Gymnasium, updated classrooms coming to upper school
The Huskies of North Lakes Academy have reason to cheer. Pending approval Monday from the City Council, the upper campus for grades nine through 12 will soon have a place designed to do just that. Plans are in place to add an 8,800-square-foot gymnasium on the charter school campus at 308 SW 15th St. in Forest Lake.
As part of a 10-year lease with building owner McCullough Companies that was approved in May, significant interior renovations to the existing building will be completed before the school year begins Sept. 3.
The road to a long-term site solution has been trying for Husky students, parents and staff. At one point, it involved a concept for relocating the upper school along with the middle school located on Northwest Seventh Avenue in Forest Lake, to a combined facility in Wyoming.
“We are thrilled because we have been looking at options that would be just so close to fruition that would fall through,” NLA Executive Director Jackie Saunders said. “This is the culmination of years of work.”
The lease agreement will keep the campuses in place and provide room for growth.
Students in grades nine through 12 have shared the upper campus building with three other tenants but only Dance Tech Studios will remain in the building under the new lease.
The high school campus consisted of 12 inconsistently shaped classrooms. The school’s two-story layout is being overhauled to take advantage of the increased space formerly occupied by Aspen Air Heating and Cooling and Northland Home Exteriors. It will feature 15 classrooms as well as several break-out rooms for small-group studying. Two of the classrooms may be completed next summer.
“It’s not as much adding rooms as it is adding and expanding space that is much more functional,” Saunders said. “The building set-up had some classrooms that were way too large and some too small.”
A two-lab science suite will replace two antiquated science rooms. The design allows for the school to eventually add new equipment.
“It will be great to have something that actually looks like a chemistry room,” NLA Business Manager Jan Jensen said. “We’ve been patiently waiting for this, and I know the kids are excited.”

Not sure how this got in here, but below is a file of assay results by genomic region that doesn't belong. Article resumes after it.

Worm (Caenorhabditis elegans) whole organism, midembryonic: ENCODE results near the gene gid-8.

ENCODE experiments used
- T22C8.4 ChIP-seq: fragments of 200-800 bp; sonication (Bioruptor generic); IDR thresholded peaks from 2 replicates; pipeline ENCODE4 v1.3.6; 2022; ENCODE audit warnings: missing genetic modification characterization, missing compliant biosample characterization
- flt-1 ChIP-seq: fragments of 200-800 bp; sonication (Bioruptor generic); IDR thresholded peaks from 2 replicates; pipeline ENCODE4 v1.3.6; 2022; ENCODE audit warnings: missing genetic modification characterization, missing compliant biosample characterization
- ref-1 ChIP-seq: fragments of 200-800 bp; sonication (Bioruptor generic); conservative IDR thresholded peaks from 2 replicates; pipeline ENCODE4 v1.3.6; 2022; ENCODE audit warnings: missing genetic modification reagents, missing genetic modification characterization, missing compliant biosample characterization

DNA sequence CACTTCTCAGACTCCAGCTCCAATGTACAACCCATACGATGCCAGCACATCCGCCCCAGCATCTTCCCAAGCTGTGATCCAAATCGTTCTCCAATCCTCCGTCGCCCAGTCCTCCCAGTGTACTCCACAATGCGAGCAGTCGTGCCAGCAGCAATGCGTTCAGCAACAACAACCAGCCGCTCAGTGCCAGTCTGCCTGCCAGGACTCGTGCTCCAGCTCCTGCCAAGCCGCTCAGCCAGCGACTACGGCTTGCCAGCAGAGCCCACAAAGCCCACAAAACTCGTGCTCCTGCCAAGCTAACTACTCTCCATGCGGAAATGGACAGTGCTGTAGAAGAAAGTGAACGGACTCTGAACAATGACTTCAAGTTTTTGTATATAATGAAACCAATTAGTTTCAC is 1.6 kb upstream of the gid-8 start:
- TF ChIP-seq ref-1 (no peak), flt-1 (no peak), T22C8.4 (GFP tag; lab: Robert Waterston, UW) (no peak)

Enrollment this fall will be fairly steady at about 75 students per grade and 18-24 per class.
“NLA grade and class size remain essentially the same; we are just finally getting the room we have needed for a couple of years,” Saunders said.
Many students will feel right at home in the new space. Owning property is off limits for charter schools but maintenance is not. The triple-net lease makes NLA responsible for repair and maintenance costs, so dozens of students have taken part in a hands-on summer school of sorts under the supervision of a NLA parent who is a licensed contractor.
Saunders regards the volunteer effort as an ideal way to foster school spirit.
“This is a real North Lakes thing,” she said. “As a community, we all pitch in.”
NLA will consolidate most of its administrative and office workers at the upper school campus, freeing up space for a conference room at the lower campus. The move will provide much-needed breathing space at the lower campus, Saunders said, as workers have been playing musical chairs to get by. Receptionists at each location will be freed from extraneous duties and be positioned better to provide customer service, Saunders said.
The school’s main entrance will shift from the south to the east side, facing 15th Street. The parking lot will be reconfigured and repaved, outdoor lighting added and landscaping improved.
The council will vote Monday on whether to amend the school’s comprehensive use permit to allow for the gymnasium addition. The Planning Commission on July 24 unanimously recommended approval.
NLA officials refer to the proposed gym as an activity center, noting it will be used for much more than Husky sports.
“It will house our gym space as well as allow us to host many events at ‘home’ instead of renting local space as we have in the past,” Saunders said. “We plan to host our indoor home sporting events, music concerts, plays, graduation, etc. in this space.”
Much work remains, even beyond Monday’s vote. While McCullough will provide the facility, NLA must raise money for a wooden floor, bleachers, basketball hoops and portable stage. If the project gains the city’s approval, a campaign will soon kick off to raise the $180,000 to $250,000 necessary to make the facility operational, NLA Activities Coordinator Jeff Beimert said.
The 110-by-80 gym will have a separate access from outside, thereby giving NLA the ability to rent it out.
Jensen said McCullough might break ground in September and the addition might open by February.
“This would be a dream come true,” she said.